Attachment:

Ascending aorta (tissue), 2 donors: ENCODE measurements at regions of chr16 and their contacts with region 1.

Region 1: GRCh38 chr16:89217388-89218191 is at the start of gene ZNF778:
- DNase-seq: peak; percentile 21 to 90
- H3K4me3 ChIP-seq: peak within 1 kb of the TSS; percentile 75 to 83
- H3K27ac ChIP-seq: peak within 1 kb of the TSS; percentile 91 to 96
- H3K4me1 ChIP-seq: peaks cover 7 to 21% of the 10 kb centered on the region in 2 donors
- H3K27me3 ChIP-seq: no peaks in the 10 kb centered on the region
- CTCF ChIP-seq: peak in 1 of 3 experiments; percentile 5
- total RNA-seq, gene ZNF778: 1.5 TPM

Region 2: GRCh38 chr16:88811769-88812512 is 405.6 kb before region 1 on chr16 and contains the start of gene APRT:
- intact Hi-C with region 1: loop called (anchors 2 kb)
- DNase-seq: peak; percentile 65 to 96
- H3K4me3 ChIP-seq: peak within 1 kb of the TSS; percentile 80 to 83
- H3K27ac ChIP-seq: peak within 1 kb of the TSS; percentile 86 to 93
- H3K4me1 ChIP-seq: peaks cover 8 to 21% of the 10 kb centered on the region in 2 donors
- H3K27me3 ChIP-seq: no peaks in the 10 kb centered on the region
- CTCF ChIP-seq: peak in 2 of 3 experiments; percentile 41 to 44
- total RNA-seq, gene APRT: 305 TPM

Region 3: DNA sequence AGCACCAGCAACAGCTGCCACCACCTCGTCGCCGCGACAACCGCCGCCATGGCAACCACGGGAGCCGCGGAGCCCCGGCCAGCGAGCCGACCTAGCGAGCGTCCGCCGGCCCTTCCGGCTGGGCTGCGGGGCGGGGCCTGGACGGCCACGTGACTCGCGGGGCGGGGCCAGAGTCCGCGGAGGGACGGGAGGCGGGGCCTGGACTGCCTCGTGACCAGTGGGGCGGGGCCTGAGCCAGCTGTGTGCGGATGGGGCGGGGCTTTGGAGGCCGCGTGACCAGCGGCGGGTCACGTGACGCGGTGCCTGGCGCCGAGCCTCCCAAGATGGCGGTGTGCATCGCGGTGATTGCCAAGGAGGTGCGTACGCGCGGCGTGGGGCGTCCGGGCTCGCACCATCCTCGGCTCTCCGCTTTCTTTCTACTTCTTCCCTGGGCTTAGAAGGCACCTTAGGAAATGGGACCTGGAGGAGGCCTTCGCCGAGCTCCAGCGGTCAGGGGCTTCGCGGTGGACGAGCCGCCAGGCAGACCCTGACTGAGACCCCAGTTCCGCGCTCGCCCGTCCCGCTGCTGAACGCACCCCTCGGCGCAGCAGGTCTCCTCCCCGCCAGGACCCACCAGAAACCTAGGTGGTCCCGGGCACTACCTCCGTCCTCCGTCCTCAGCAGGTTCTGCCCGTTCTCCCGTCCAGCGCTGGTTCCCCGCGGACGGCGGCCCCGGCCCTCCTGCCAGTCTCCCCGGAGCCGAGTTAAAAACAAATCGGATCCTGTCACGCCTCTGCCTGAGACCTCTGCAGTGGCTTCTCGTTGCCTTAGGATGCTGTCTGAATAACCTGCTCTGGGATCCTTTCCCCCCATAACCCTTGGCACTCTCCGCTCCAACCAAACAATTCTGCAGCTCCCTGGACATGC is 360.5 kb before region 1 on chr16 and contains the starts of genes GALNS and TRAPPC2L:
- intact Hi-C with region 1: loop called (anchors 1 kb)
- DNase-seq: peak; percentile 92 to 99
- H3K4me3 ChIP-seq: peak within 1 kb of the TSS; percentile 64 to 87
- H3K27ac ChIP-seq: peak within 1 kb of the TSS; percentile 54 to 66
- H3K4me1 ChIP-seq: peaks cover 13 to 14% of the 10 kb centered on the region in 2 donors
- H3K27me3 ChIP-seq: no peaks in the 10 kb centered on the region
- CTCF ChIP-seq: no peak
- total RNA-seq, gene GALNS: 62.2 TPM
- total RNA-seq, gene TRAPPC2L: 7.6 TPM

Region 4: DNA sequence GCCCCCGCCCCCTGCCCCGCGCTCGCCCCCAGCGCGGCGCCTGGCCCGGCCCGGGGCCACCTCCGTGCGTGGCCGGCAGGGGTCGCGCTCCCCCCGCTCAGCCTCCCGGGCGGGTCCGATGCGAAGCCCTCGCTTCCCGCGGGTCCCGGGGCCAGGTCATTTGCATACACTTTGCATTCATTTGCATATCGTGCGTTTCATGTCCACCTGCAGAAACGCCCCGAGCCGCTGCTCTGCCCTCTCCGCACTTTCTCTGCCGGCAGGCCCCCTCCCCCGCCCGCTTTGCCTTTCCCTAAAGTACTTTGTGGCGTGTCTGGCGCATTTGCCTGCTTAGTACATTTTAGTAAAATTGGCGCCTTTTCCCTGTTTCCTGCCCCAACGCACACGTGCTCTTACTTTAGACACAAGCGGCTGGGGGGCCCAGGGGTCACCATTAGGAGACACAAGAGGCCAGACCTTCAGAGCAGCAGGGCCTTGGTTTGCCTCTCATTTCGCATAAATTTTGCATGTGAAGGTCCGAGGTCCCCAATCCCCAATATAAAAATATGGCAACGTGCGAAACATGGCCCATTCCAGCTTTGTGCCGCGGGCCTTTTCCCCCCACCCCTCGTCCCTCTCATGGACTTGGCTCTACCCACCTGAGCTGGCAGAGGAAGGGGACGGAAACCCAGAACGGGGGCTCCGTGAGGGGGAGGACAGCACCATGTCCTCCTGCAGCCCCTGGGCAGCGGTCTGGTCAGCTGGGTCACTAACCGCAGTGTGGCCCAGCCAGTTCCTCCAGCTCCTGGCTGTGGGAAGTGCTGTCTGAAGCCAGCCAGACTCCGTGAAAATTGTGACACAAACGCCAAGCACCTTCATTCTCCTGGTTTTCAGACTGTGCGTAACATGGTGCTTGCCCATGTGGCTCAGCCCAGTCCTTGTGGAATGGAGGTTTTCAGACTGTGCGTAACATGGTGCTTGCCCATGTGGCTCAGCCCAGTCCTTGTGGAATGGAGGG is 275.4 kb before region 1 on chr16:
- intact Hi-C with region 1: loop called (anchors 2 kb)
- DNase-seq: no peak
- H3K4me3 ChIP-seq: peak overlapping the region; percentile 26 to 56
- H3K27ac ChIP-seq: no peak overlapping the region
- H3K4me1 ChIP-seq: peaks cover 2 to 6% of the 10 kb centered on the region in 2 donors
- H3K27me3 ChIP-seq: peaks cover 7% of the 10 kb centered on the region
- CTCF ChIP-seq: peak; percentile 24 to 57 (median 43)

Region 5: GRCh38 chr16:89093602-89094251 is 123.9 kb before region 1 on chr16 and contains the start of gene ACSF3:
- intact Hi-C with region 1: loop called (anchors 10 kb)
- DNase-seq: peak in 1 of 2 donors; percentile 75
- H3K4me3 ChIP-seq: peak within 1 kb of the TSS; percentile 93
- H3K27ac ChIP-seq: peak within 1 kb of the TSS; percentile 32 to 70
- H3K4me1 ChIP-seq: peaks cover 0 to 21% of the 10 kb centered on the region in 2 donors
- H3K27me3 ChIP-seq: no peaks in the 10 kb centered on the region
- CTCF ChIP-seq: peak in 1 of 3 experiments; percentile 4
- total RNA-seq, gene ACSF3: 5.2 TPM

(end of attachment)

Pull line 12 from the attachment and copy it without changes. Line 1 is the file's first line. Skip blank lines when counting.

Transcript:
- DNase-seq: peak; percentile 65 to 96